The figures show that, in London during the period 2001-05:
• There were 101 times as many reported pedestrian injuries due to collisions with motor vehicles than with pedal cycles (there were 34,791 pedestrian injuries involving motor vehicles, compared with 331 involving cycles).
• Motor vehicles were involved in 126 times as many fatal and serious pedestrian injuries as cycles (there were 7,447 fatal and serious injuries involving motor vehicles compared with 59 involving cycles).
• 534 pedestrians were killed in collisions with motor vehicles, compared with just one killed in collision with a cycle. That one fatal collision with a cycle occurred neither on a pavement nor a pedestrian crossing point.
• Even on the pavement, there were 2,197 reported pedestrian injuries arising from collisions with motor vehicles, including 17 fatalities. These injuries outnumbered those involving cycles by a factor of 42 to 1.

Raleigh GrifterMarch 13th 2012.

<Doffs cap to Mr. Bradman>

In central Liverpool there is a problem with people far too old to be riding bicycles on the pavements like small children, cutting erratically through crowds, doing 'wheelies' and oblivious to their surroundings because they are wearing i-Pods. Bizarrely despite breaking the law they go unmolested by the forces of law and order and Storey's secret police of Council wardens who find it easier to persecute lone female smokers dropping fag ends.

And I wish the Council would make a decision on whether Lord Street-Church Street is legally a pedestrian area or a cyclepath or both.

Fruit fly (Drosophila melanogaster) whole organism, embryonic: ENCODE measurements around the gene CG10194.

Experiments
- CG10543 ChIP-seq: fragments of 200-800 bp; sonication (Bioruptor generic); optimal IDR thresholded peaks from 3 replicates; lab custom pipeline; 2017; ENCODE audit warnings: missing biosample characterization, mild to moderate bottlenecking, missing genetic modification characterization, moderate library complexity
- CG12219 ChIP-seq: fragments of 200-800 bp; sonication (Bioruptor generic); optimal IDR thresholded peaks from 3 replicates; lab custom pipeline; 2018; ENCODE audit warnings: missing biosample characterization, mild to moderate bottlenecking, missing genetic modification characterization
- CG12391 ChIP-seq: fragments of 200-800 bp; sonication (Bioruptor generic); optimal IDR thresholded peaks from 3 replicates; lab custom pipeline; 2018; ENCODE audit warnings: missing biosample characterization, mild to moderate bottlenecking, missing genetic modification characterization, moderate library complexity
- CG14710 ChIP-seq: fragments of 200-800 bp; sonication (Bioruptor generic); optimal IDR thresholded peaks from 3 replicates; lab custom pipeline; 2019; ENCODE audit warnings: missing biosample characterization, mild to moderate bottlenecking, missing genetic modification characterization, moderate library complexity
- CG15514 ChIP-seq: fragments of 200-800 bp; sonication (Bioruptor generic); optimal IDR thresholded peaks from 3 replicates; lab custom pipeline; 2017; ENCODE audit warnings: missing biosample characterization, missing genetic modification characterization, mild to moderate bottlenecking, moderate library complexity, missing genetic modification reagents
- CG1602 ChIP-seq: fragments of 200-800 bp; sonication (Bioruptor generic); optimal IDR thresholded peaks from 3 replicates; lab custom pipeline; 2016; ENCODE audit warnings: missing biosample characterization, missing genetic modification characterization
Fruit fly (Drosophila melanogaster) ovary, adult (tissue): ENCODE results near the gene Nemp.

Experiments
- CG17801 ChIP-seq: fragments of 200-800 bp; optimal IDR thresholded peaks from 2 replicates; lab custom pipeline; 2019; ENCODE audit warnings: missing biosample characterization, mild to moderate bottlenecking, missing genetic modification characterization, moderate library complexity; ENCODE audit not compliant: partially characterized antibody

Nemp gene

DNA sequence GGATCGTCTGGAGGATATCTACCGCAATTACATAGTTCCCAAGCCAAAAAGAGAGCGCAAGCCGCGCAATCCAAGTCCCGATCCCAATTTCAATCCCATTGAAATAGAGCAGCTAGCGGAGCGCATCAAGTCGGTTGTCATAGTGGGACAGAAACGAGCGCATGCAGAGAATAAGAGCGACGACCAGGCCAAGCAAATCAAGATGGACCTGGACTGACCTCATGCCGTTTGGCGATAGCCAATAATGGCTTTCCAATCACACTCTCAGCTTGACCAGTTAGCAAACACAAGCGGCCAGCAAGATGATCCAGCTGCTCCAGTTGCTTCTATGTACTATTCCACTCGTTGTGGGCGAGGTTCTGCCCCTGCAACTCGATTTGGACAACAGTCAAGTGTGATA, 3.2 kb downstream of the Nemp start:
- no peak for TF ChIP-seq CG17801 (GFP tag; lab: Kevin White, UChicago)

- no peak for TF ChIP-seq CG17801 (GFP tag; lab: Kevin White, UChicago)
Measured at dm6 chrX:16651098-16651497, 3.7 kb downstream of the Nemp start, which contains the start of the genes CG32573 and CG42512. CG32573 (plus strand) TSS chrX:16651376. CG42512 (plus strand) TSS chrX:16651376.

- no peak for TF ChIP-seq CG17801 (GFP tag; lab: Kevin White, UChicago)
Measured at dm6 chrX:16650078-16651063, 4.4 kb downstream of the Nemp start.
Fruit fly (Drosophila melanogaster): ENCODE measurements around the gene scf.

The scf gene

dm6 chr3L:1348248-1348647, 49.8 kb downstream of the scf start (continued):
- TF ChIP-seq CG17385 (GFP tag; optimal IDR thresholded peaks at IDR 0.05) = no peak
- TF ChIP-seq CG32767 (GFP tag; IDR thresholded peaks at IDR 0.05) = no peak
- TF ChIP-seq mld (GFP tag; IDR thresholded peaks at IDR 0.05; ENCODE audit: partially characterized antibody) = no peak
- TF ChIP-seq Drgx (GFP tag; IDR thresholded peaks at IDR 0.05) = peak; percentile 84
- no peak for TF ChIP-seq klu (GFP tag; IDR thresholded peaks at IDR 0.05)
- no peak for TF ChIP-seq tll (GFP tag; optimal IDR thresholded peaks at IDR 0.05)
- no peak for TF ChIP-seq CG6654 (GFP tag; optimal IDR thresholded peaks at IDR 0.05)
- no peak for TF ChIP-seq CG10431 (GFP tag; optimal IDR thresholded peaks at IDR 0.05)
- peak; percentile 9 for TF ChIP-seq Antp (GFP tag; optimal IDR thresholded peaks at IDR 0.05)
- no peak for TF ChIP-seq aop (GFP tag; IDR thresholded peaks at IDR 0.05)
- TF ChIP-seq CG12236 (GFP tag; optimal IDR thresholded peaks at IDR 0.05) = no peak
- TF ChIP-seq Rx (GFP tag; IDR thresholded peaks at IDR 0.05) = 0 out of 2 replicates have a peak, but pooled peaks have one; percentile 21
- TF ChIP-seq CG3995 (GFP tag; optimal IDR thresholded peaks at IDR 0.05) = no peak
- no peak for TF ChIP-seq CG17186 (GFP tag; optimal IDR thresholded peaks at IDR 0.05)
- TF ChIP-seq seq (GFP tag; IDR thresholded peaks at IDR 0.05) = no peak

AnonymousMarch 13th 2012.

I commute through Liverpool city centre everyday (Crosby to Childwall), and with some careful thought, and some strong road positioning, it's not as life-or-death as it might seem. I do however agree that vast improvements could be made - the cycle lane in the picture, which ends and leaves bikes facing oncoming traffic is insane.

I also thought it shortsighted that a recent resurface of Regent Rd (dock rd) included no additional lanes for cyclists despite this being an excellent straight road from the City to Bootle.

...and before Mr Coppell asks, I stop at red lights and only ever ride on the pavement when it's shared use.

1 Response: Reply To This...
Dingle BellMarch 13th 2012.

Just be grateful that the Council planners didn't narrow Regent Road into a pair of narrow, lanes full of crawling vehicles like they have in the rest of the city centre. Cyclists find it is much quicker and safer to dismount and wheel their bicycles on the pavement.